Phytase-active lactic acid bacteria from sourdoughs: isolation and identification
Research output: Contribution to journal › Journal article › peer-review
Whole-grain foods play an important role in human diet as they are relatively rich in minerals, however, the absorption of those minerals in human gut can be very low due to high content of the mineral binding phytate. Therefore, the object of this study was to identify phytase-active lactic acid bacteria (LAB) which could be used as a starter to increase mineral bioavailability in whole-meal bread. Hence, LAB isolates were isolated from Lithuanian sourdoughs, tested for phytase activity, and phytase active isolates were identified. Studies of phytase activity of the isolates were carried out at conditions optimal for leavening of bread dough (pH 5.5 and 30°C). The phytase active isolates belonged to the species Lactobacillus panis, Lactobacillus reuteri, Lactobacillus fermentum, and Pediococcus pentosaceus. Phytase activities of the tested LAB isolates were both extra- and intra-cellular. The highest extracellular phytase production was found in L.panis with a volumetric phytase activity of 140U/mL. Phytate degradation in whole-wheat dough fermented with L.panis or L.fermentum was 90% and 70%, respectively.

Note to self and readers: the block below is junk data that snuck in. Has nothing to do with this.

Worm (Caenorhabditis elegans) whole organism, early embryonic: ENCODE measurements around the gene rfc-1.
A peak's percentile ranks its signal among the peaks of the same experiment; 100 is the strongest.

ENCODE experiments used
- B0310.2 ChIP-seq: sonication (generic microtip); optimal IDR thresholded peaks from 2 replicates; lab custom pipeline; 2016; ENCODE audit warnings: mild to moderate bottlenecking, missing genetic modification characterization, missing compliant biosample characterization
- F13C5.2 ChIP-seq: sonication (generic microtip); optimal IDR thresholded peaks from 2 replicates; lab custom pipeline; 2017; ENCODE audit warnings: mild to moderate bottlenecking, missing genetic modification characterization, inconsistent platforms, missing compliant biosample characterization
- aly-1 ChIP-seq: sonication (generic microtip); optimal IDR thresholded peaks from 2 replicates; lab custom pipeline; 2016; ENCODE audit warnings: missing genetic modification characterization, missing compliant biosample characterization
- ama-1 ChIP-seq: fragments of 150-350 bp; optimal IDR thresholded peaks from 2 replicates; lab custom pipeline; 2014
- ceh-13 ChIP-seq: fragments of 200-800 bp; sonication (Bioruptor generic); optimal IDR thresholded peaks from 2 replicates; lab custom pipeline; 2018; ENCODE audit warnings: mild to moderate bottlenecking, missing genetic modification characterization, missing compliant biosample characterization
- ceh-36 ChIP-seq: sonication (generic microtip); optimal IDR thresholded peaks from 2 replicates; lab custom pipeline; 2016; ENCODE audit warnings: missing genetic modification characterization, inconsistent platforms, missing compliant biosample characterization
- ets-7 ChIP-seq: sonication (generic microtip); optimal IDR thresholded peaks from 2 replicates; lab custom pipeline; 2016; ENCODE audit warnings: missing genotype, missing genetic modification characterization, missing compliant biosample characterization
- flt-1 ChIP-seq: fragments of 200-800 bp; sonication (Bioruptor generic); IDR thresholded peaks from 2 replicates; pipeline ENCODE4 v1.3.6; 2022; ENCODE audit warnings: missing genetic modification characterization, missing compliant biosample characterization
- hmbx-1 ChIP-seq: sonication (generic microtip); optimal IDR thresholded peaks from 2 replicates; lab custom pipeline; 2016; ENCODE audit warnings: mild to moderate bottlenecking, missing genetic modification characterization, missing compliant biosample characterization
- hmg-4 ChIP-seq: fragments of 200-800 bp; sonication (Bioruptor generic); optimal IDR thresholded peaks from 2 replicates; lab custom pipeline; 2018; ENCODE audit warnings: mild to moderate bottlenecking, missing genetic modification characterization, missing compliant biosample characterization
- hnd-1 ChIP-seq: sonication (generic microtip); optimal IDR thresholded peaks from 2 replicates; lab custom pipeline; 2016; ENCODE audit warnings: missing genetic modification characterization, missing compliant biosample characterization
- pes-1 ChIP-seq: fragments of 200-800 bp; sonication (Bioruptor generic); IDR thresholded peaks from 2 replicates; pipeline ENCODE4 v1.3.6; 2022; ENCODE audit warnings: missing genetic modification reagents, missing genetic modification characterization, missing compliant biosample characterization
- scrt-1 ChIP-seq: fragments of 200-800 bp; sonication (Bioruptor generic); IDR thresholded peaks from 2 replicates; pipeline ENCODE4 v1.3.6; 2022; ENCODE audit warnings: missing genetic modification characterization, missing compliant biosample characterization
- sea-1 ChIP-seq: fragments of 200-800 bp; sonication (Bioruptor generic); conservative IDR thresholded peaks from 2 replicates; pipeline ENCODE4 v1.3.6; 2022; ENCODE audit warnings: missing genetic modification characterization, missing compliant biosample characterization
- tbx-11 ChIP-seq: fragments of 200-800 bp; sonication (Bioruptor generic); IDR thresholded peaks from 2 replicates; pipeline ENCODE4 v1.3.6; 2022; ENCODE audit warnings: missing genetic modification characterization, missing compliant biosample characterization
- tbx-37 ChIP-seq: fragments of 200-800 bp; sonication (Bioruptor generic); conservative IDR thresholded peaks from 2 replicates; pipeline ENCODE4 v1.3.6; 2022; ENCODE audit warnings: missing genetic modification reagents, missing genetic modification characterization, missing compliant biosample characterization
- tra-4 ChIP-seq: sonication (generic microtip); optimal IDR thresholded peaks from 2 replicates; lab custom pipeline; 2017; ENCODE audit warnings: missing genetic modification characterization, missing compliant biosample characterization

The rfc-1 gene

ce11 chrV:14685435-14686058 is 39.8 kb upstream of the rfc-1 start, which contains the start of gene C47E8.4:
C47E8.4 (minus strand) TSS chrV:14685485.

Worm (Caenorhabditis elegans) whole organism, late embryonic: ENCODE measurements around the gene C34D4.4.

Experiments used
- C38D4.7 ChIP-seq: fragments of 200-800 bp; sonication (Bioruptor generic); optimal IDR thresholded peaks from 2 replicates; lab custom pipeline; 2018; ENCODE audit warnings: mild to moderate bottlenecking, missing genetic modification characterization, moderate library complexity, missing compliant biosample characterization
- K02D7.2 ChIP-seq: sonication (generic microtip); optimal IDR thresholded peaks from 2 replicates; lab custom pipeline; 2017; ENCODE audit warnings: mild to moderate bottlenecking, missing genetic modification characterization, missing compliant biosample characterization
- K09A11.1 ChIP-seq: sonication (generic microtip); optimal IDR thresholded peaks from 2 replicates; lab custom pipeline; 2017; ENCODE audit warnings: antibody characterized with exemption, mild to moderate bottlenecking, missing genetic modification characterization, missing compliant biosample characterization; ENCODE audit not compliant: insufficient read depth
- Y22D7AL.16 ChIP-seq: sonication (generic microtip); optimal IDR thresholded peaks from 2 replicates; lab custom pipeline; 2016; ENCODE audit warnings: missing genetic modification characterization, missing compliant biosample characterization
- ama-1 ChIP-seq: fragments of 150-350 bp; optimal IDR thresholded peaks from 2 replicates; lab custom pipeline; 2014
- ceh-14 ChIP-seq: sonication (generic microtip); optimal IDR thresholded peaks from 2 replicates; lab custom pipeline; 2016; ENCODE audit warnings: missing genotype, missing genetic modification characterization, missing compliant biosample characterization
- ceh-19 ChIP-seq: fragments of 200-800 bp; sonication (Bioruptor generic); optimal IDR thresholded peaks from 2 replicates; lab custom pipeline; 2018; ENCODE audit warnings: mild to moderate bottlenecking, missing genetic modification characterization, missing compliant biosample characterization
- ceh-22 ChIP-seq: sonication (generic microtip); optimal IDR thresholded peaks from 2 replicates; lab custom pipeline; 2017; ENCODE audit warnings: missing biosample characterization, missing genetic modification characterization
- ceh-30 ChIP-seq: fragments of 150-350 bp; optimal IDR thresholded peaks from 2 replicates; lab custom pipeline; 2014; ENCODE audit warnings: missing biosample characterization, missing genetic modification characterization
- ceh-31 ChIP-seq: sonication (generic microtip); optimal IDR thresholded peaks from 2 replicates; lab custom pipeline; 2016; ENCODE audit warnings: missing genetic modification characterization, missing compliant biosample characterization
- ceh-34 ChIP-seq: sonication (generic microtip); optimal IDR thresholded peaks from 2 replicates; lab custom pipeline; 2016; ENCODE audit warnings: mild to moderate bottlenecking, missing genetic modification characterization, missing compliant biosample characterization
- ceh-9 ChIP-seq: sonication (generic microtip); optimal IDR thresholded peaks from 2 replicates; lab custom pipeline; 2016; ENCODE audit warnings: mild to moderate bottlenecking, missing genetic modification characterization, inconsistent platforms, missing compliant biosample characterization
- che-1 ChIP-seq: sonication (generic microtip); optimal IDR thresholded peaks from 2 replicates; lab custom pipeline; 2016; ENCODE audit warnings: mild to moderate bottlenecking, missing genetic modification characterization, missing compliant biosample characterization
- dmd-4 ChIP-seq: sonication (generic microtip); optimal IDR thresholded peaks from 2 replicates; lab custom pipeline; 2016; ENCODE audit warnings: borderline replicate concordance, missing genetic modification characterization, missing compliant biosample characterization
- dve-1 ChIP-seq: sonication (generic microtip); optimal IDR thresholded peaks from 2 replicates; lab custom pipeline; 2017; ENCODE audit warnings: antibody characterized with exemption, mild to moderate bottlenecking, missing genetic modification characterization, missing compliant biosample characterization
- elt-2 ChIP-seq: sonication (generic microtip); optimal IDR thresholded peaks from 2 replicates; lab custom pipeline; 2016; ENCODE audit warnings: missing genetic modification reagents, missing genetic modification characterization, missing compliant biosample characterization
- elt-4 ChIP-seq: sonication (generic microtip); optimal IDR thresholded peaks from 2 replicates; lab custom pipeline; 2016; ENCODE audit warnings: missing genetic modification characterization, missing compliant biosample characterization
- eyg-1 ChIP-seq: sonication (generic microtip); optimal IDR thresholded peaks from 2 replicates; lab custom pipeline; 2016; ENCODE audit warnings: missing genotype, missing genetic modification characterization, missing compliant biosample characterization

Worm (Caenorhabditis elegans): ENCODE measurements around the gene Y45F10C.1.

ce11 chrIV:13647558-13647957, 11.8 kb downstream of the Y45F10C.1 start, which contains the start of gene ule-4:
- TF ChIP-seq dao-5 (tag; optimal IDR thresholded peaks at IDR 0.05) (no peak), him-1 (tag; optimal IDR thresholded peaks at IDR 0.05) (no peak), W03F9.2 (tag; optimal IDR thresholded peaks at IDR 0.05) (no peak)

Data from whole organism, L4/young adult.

|Journal||Lebensmittel - Wissenschaft und Technologie|
|Number of pages||7|
|Publication status||Published - 2015|
- Breadmaking, Lactobacillus, Phytase activity, Phytate, Wholemeal